Senator Bayh. I am certainly looking behind the slogans. I do not like to see anybody gasping or strangling on their own liquids either, but we are talking about a relatively few people, that ever have to face that decision. Unfortunately some of them do, and I, for one, would not want to impose some sort of a rule by constitutional amendment or statute limiting their right to control the amount of treatment received. If I were a legislator I would not want to say to those relatively few people, we are going to take your right to determine how you are going to go to your own Maker, as long as you do not take it yourself.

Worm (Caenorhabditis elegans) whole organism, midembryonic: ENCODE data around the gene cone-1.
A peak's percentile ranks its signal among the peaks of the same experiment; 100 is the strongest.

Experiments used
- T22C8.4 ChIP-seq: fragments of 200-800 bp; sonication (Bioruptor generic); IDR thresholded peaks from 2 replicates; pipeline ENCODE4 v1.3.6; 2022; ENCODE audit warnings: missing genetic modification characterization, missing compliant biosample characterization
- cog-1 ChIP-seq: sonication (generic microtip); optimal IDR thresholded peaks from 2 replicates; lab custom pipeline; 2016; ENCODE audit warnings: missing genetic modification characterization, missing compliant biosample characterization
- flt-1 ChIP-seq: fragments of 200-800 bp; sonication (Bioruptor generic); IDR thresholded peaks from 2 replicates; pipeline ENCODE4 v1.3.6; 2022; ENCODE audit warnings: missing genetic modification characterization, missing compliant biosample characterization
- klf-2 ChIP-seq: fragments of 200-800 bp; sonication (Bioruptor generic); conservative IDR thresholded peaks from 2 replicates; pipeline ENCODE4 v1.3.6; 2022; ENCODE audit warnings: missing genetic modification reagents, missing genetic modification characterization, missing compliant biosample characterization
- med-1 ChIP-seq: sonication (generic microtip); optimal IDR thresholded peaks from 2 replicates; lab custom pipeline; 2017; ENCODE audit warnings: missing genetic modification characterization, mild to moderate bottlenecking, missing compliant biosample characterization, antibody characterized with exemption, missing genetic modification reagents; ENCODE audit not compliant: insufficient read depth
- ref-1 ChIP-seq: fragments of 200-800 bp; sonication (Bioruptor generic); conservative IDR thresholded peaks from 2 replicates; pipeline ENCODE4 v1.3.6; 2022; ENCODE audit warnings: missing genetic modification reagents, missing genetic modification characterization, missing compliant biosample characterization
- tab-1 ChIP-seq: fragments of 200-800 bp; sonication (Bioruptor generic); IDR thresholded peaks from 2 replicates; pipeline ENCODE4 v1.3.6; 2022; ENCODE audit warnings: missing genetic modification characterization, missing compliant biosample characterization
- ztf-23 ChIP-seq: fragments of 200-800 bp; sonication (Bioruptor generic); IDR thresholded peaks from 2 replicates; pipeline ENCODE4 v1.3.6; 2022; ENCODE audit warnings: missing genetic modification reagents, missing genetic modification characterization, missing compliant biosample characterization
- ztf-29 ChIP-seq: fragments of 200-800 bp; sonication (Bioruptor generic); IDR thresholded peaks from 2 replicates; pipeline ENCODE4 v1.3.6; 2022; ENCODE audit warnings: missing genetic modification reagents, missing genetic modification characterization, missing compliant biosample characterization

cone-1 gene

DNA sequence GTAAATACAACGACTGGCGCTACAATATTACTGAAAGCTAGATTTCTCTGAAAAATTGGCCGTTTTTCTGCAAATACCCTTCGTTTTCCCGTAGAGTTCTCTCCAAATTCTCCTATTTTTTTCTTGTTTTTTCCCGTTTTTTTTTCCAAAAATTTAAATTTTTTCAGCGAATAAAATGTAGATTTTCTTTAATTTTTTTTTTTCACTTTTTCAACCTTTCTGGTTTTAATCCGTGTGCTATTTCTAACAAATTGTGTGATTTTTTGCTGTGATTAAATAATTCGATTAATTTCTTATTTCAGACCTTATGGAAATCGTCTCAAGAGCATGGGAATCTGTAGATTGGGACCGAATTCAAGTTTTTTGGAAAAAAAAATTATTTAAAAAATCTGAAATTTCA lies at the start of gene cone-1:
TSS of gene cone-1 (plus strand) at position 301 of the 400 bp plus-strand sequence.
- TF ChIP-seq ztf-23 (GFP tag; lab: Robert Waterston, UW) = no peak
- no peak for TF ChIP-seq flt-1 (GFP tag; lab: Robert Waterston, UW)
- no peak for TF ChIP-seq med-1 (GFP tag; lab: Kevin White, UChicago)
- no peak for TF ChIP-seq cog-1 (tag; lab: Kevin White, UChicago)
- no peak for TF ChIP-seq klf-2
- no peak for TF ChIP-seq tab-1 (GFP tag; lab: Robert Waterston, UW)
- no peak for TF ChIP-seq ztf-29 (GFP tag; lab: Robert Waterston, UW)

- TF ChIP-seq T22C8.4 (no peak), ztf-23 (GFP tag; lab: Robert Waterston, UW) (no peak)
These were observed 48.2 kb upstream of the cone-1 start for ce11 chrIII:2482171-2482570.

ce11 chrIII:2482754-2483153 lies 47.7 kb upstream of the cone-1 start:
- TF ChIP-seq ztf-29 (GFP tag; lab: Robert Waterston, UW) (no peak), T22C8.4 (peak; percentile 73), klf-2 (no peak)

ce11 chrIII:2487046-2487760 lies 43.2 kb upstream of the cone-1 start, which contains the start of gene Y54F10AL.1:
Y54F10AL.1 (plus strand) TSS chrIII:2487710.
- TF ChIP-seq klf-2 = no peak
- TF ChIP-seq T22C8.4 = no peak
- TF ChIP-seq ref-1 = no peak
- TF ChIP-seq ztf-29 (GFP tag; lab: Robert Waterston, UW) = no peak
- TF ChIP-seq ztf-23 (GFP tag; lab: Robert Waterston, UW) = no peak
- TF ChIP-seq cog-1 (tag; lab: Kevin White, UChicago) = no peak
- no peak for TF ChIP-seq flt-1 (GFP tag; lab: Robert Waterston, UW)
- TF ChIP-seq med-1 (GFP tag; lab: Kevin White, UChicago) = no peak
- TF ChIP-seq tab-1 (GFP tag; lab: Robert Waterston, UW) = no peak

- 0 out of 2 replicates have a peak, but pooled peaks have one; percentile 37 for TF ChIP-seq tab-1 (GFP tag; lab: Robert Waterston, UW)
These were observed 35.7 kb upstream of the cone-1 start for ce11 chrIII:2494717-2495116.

Dr. JEFFERSON. That is quite all right. Thank you.
Repeatedly, the High Court has refused to review the scientific evidence of the life of the unborn in cases, for example, like those from Connecticut and Rhode Island, the evidence which was so well presented to you in this hearing on May 7 by Dr. Albert William